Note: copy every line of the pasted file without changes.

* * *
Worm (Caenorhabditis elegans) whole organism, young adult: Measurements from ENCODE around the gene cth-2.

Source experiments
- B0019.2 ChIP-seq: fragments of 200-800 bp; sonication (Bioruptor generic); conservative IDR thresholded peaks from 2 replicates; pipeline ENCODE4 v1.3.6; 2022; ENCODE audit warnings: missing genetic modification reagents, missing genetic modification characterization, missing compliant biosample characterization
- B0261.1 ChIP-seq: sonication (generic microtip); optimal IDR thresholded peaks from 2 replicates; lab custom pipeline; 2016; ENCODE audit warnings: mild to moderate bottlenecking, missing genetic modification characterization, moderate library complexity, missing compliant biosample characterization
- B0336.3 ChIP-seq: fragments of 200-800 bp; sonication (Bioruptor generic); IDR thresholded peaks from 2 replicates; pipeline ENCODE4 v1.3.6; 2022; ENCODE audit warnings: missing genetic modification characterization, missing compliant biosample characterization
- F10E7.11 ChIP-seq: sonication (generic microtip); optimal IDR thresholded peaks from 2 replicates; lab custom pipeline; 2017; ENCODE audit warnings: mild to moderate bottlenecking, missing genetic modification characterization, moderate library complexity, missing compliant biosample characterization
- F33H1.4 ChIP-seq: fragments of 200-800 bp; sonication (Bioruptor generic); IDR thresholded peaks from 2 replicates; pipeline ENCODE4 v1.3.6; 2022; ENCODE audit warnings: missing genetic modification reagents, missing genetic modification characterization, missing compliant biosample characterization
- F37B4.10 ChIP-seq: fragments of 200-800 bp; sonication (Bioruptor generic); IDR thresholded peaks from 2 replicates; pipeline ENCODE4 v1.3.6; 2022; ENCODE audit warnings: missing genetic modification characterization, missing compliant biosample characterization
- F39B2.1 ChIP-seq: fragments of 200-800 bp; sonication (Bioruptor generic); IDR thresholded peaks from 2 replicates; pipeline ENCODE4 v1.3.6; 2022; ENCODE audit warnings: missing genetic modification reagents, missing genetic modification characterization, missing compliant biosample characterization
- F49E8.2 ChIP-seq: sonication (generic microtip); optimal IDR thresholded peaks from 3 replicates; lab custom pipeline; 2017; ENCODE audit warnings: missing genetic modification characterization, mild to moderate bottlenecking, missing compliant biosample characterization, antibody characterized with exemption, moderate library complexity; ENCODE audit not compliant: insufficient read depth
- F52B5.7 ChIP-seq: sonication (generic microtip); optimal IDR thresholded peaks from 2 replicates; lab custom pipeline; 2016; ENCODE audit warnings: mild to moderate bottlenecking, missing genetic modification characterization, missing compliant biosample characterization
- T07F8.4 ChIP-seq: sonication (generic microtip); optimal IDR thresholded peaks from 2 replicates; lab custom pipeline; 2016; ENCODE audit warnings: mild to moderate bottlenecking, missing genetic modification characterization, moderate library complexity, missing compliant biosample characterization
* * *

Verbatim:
Worm (Caenorhabditis elegans) whole organism, young adult: Measurements from ENCODE around the gene cth-2.

Source experiments
- B0019.2 ChIP-seq: fragments of 200-800 bp; sonication (Bioruptor generic); conservative IDR thresholded peaks from 2 replicates; pipeline ENCODE4 v1.3.6; 2022; ENCODE audit warnings: missing genetic modification reagents, missing genetic modification characterization, missing compliant biosample characterization
- B0261.1 ChIP-seq: sonication (generic microtip); optimal IDR thresholded peaks from 2 replicates; lab custom pipeline; 2016; ENCODE audit warnings: mild to moderate bottlenecking, missing genetic modification characterization, moderate library complexity, missing compliant biosample characterization
- B0336.3 ChIP-seq: fragments of 200-800 bp; sonication (Bioruptor generic); IDR thresholded peaks from 2 replicates; pipeline ENCODE4 v1.3.6; 2022; ENCODE audit warnings: missing genetic modification characterization, missing compliant biosample characterization
- F10E7.11 ChIP-seq: sonication (generic microtip); optimal IDR thresholded peaks from 2 replicates; lab custom pipeline; 2017; ENCODE audit warnings: mild to moderate bottlenecking, missing genetic modification characterization, moderate library complexity, missing compliant biosample characterization
- F33H1.4 ChIP-seq: fragments of 200-800 bp; sonication (Bioruptor generic); IDR thresholded peaks from 2 replicates; pipeline ENCODE4 v1.3.6; 2022; ENCODE audit warnings: missing genetic modification reagents, missing genetic modification characterization, missing compliant biosample characterization
- F37B4.10 ChIP-seq: fragments of 200-800 bp; sonication (Bioruptor generic); IDR thresholded peaks from 2 replicates; pipeline ENCODE4 v1.3.6; 2022; ENCODE audit warnings: missing genetic modification characterization, missing compliant biosample characterization
- F39B2.1 ChIP-seq: fragments of 200-800 bp; sonication (Bioruptor generic); IDR thresholded peaks from 2 replicates; pipeline ENCODE4 v1.3.6; 2022; ENCODE audit warnings: missing genetic modification reagents, missing genetic modification characterization, missing compliant biosample characterization
- F49E8.2 ChIP-seq: sonication (generic microtip); optimal IDR thresholded peaks from 3 replicates; lab custom pipeline; 2017; ENCODE audit warnings: missing genetic modification characterization, mild to moderate bottlenecking, missing compliant biosample characterization, antibody characterized with exemption, moderate library complexity; ENCODE audit not compliant: insufficient read depth
- F52B5.7 ChIP-seq: sonication (generic microtip); optimal IDR thresholded peaks from 2 replicates; lab custom pipeline; 2016; ENCODE audit warnings: mild to moderate bottlenecking, missing genetic modification characterization, missing compliant biosample characterization
- T07F8.4 ChIP-seq: sonication (generic microtip); optimal IDR thresholded peaks from 2 replicates; lab custom pipeline; 2016; ENCODE audit warnings: mild to moderate bottlenecking, missing genetic modification characterization, moderate library complexity, missing compliant biosample characterization